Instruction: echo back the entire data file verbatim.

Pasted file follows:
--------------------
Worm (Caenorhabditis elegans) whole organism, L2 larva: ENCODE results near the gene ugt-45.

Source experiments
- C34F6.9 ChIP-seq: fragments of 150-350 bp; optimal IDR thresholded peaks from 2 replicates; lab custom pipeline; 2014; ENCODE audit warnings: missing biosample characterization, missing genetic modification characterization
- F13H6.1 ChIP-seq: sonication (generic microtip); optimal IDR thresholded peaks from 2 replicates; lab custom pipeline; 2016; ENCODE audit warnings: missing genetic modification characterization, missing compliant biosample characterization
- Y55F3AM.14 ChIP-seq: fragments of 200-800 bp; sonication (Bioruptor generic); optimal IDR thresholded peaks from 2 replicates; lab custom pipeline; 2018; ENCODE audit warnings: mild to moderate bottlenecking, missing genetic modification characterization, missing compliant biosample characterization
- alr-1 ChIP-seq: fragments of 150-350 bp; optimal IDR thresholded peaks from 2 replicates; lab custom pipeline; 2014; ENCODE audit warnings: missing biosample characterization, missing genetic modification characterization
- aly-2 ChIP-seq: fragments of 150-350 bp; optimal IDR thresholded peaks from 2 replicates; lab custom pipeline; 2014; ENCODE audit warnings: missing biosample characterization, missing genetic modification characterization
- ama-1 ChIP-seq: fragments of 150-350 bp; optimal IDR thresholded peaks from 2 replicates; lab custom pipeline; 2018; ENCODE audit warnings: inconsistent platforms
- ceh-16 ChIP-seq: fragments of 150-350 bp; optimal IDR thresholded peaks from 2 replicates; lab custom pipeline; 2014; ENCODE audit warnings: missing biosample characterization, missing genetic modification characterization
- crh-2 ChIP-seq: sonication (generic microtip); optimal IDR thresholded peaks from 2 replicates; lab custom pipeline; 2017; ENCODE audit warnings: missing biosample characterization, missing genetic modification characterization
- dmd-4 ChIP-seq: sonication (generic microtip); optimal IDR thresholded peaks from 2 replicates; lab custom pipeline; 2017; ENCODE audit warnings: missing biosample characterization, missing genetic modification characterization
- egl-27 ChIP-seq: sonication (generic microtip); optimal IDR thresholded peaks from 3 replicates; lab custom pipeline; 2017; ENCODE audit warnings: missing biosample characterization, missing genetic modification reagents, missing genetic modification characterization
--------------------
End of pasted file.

Worm (Caenorhabditis elegans) whole organism, L2 larva: ENCODE results near the gene ugt-45.

Source experiments
- C34F6.9 ChIP-seq: fragments of 150-350 bp; optimal IDR thresholded peaks from 2 replicates; lab custom pipeline; 2014; ENCODE audit warnings: missing biosample characterization, missing genetic modification characterization
- F13H6.1 ChIP-seq: sonication (generic microtip); optimal IDR thresholded peaks from 2 replicates; lab custom pipeline; 2016; ENCODE audit warnings: missing genetic modification characterization, missing compliant biosample characterization
- Y55F3AM.14 ChIP-seq: fragments of 200-800 bp; sonication (Bioruptor generic); optimal IDR thresholded peaks from 2 replicates; lab custom pipeline; 2018; ENCODE audit warnings: mild to moderate bottlenecking, missing genetic modification characterization, missing compliant biosample characterization
- alr-1 ChIP-seq: fragments of 150-350 bp; optimal IDR thresholded peaks from 2 replicates; lab custom pipeline; 2014; ENCODE audit warnings: missing biosample characterization, missing genetic modification characterization
- aly-2 ChIP-seq: fragments of 150-350 bp; optimal IDR thresholded peaks from 2 replicates; lab custom pipeline; 2014; ENCODE audit warnings: missing biosample characterization, missing genetic modification characterization
- ama-1 ChIP-seq: fragments of 150-350 bp; optimal IDR thresholded peaks from 2 replicates; lab custom pipeline; 2018; ENCODE audit warnings: inconsistent platforms
- ceh-16 ChIP-seq: fragments of 150-350 bp; optimal IDR thresholded peaks from 2 replicates; lab custom pipeline; 2014; ENCODE audit warnings: missing biosample characterization, missing genetic modification characterization
- crh-2 ChIP-seq: sonication (generic microtip); optimal IDR thresholded peaks from 2 replicates; lab custom pipeline; 2017; ENCODE audit warnings: missing biosample characterization, missing genetic modification characterization
- dmd-4 ChIP-seq: sonication (generic microtip); optimal IDR thresholded peaks from 2 replicates; lab custom pipeline; 2017; ENCODE audit warnings: missing biosample characterization, missing genetic modification characterization
- egl-27 ChIP-seq: sonication (generic microtip); optimal IDR thresholded peaks from 3 replicates; lab custom pipeline; 2017; ENCODE audit warnings: missing biosample characterization, missing genetic modification reagents, missing genetic modification characterization